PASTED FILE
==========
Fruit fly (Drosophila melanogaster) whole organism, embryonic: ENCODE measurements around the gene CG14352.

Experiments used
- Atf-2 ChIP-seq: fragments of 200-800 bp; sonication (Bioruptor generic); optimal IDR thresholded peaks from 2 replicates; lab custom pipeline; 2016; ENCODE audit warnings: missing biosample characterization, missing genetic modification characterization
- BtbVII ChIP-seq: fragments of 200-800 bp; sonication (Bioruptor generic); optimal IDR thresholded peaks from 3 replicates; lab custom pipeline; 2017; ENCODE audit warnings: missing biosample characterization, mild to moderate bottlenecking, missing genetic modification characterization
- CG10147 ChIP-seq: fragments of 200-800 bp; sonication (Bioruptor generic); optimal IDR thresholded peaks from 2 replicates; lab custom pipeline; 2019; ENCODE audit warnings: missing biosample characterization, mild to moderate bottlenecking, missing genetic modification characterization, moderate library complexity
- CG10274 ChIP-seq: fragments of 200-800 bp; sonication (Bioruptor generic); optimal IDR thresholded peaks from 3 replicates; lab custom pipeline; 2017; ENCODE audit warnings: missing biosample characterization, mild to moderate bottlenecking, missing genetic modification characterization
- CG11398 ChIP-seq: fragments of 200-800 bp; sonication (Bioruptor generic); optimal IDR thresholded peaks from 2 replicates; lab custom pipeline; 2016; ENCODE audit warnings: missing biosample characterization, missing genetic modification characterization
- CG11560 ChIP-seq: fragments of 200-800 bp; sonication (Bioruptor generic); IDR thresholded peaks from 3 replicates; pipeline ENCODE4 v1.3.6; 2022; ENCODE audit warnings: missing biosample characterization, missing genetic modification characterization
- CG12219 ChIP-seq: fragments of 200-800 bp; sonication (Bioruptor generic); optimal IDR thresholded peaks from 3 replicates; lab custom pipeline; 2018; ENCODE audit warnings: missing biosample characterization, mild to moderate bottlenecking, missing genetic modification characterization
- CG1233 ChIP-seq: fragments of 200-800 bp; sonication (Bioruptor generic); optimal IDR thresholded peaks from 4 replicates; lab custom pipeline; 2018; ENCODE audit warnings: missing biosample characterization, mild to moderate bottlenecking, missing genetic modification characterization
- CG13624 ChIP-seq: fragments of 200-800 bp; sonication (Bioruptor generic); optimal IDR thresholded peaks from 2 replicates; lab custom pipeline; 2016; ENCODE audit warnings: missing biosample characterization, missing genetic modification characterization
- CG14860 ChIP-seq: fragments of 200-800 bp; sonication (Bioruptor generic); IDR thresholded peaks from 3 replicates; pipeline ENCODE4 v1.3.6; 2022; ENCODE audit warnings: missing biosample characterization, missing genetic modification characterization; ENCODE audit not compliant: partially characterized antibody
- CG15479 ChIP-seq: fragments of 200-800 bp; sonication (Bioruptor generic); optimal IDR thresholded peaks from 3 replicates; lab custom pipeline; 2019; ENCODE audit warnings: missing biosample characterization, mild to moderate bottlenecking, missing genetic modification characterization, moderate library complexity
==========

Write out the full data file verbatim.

Fruit fly (Drosophila melanogaster) whole organism, embryonic: ENCODE measurements around the gene CG14352.

Experiments used
- Atf-2 ChIP-seq: fragments of 200-800 bp; sonication (Bioruptor generic); optimal IDR thresholded peaks from 2 replicates; lab custom pipeline; 2016; ENCODE audit warnings: missing biosample characterization, missing genetic modification characterization
- BtbVII ChIP-seq: fragments of 200-800 bp; sonication (Bioruptor generic); optimal IDR thresholded peaks from 3 replicates; lab custom pipeline; 2017; ENCODE audit warnings: missing biosample characterization, mild to moderate bottlenecking, missing genetic modification characterization
- CG10147 ChIP-seq: fragments of 200-800 bp; sonication (Bioruptor generic); optimal IDR thresholded peaks from 2 replicates; lab custom pipeline; 2019; ENCODE audit warnings: missing biosample characterization, mild to moderate bottlenecking, missing genetic modification characterization, moderate library complexity
- CG10274 ChIP-seq: fragments of 200-800 bp; sonication (Bioruptor generic); optimal IDR thresholded peaks from 3 replicates; lab custom pipeline; 2017; ENCODE audit warnings: missing biosample characterization, mild to moderate bottlenecking, missing genetic modification characterization
- CG11398 ChIP-seq: fragments of 200-800 bp; sonication (Bioruptor generic); optimal IDR thresholded peaks from 2 replicates; lab custom pipeline; 2016; ENCODE audit warnings: missing biosample characterization, missing genetic modification characterization
- CG11560 ChIP-seq: fragments of 200-800 bp; sonication (Bioruptor generic); IDR thresholded peaks from 3 replicates; pipeline ENCODE4 v1.3.6; 2022; ENCODE audit warnings: missing biosample characterization, missing genetic modification characterization
- CG12219 ChIP-seq: fragments of 200-800 bp; sonication (Bioruptor generic); optimal IDR thresholded peaks from 3 replicates; lab custom pipeline; 2018; ENCODE audit warnings: missing biosample characterization, mild to moderate bottlenecking, missing genetic modification characterization
- CG1233 ChIP-seq: fragments of 200-800 bp; sonication (Bioruptor generic); optimal IDR thresholded peaks from 4 replicates; lab custom pipeline; 2018; ENCODE audit warnings: missing biosample characterization, mild to moderate bottlenecking, missing genetic modification characterization
- CG13624 ChIP-seq: fragments of 200-800 bp; sonication (Bioruptor generic); optimal IDR thresholded peaks from 2 replicates; lab custom pipeline; 2016; ENCODE audit warnings: missing biosample characterization, missing genetic modification characterization
- CG14860 ChIP-seq: fragments of 200-800 bp; sonication (Bioruptor generic); IDR thresholded peaks from 3 replicates; pipeline ENCODE4 v1.3.6; 2022; ENCODE audit warnings: missing biosample characterization, missing genetic modification characterization; ENCODE audit not compliant: partially characterized antibody
- CG15479 ChIP-seq: fragments of 200-800 bp; sonication (Bioruptor generic); optimal IDR thresholded peaks from 3 replicates; lab custom pipeline; 2019; ENCODE audit warnings: missing biosample characterization, mild to moderate bottlenecking, missing genetic modification characterization, moderate library complexity